In recent years, many biographies of jazz artists and numerous studies of jazz have been published. Unfortunately, the quality of most of these works is extremely poor. The typical writer about jazz either knows much about the subject at hand but cannot write coherently or writes well and has little of value to say. Stuart Nicholson, however, knows whereof he speaks and writes with a sense of style that makes it a pleasure to read his book.
Nicholson was unable to interview Ella Fitzgerald, who is notoriously reclusive. In the end, however, that problem may have led him to produce a better book than he would have been able to write if he had interviewed the singer, since Fitzgerald has tended to provide the press with highly fictionalized accounts of her life. Faced with an uncooperative subject, Nicholson was forced to dig deep for information, and the results are gratifying.
Nicholson’s biography is organized chronologically and primarily utilizes his own research. His account of Fitzgerald’s life relies heavily on reminiscences by people who knew or worked with Fitzgerald. Nicholson did extensive interviews, and the resulting information is a gold mine for Fitzgerald fans. Nicholson’s work answers many previously unanswered questions about Fitzgerald, such as whether her first husband was Benny Kornegay (Nicholson proves that she did marry Kornegay). His description of her early years is particularly fascinating. Before she got her initial break with the Chick Webb band, Fitzgerald was basically a street person who slept in friends’ homes whenever she could. Initially, Webb did not want to hire her, because, no matter how well she sang, her clothes were filthy and she never bathed. In addition, at a time when female singers were expected to be attractive and sexy, Fitzgerald was plain and overweight. She was hired only because various musicians fought hard on her behalf, since it was obvious even then that hers was a rare vocal gift.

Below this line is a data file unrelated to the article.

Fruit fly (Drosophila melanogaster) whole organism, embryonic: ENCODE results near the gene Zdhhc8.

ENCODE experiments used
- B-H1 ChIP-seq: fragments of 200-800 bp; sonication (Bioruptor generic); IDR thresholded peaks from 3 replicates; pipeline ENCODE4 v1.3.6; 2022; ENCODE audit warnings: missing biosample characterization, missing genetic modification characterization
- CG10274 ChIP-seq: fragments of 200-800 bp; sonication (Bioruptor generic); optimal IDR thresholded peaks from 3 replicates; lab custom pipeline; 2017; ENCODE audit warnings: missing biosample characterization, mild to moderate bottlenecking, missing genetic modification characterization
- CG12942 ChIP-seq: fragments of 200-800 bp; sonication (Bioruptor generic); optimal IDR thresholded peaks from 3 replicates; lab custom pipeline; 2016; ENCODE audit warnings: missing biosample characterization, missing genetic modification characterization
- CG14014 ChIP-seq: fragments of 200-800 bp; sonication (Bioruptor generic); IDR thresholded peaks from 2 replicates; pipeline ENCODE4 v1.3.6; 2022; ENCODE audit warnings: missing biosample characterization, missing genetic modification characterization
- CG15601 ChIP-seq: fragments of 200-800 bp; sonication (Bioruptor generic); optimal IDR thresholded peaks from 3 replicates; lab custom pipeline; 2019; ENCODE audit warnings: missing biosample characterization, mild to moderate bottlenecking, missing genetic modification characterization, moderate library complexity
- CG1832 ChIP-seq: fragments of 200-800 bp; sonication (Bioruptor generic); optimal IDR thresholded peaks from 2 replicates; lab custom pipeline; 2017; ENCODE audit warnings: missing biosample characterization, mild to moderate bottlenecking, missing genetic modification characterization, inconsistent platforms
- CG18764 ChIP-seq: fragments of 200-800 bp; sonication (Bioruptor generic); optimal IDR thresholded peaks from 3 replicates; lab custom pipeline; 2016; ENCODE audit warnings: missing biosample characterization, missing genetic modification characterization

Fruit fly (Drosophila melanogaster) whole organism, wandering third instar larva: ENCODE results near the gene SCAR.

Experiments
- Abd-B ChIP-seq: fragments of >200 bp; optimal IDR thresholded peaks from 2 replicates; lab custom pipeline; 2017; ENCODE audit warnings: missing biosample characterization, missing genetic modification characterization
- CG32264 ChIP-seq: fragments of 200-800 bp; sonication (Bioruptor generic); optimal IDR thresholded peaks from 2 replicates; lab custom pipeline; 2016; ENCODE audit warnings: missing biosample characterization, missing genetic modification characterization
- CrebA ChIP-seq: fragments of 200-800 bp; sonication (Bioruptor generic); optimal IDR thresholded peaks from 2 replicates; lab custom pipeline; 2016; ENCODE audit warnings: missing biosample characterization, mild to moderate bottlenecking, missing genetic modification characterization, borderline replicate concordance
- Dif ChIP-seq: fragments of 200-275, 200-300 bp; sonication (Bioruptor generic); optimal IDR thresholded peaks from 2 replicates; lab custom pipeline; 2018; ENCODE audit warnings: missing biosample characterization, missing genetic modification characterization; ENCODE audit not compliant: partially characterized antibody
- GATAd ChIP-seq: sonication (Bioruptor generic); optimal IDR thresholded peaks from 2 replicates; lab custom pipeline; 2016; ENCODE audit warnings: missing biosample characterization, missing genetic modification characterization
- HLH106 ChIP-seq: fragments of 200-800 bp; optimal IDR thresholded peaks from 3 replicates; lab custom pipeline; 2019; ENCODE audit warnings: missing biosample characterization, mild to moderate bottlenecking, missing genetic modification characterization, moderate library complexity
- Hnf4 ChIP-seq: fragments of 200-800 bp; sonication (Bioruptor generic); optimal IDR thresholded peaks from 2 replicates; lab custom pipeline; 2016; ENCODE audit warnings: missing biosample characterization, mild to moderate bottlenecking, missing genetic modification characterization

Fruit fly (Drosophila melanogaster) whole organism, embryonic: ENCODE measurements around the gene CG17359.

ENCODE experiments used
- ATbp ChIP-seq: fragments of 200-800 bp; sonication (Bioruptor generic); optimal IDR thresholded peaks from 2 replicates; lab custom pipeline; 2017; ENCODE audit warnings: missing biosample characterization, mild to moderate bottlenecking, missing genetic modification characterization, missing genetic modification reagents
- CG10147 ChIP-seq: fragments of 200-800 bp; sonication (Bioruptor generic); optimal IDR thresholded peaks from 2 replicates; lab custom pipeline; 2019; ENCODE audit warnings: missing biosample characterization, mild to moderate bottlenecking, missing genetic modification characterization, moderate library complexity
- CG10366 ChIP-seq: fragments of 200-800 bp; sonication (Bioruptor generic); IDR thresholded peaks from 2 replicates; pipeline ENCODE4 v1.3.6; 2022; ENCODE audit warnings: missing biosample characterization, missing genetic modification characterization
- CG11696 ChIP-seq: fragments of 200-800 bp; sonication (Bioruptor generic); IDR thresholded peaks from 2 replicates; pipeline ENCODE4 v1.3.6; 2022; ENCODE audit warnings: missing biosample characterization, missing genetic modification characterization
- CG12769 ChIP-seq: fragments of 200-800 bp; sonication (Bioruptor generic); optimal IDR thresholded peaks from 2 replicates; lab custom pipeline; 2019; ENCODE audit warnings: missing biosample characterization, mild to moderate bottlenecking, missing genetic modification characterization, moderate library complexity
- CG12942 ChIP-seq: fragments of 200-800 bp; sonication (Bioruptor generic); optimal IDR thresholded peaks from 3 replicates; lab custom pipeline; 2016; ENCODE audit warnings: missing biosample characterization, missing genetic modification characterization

Ultimately, Nicholson paints a portrait of a remarkable artist who embodied many contradictions, a woman who never quite stopped being a little girl but knew how to be tough when it came to business. The book is fascinating and entertaining, and there is no better work about Fitzgerald.
ELLA FITZGERALD contains endnotes, an index, and an excellent discography by Phil Schaap.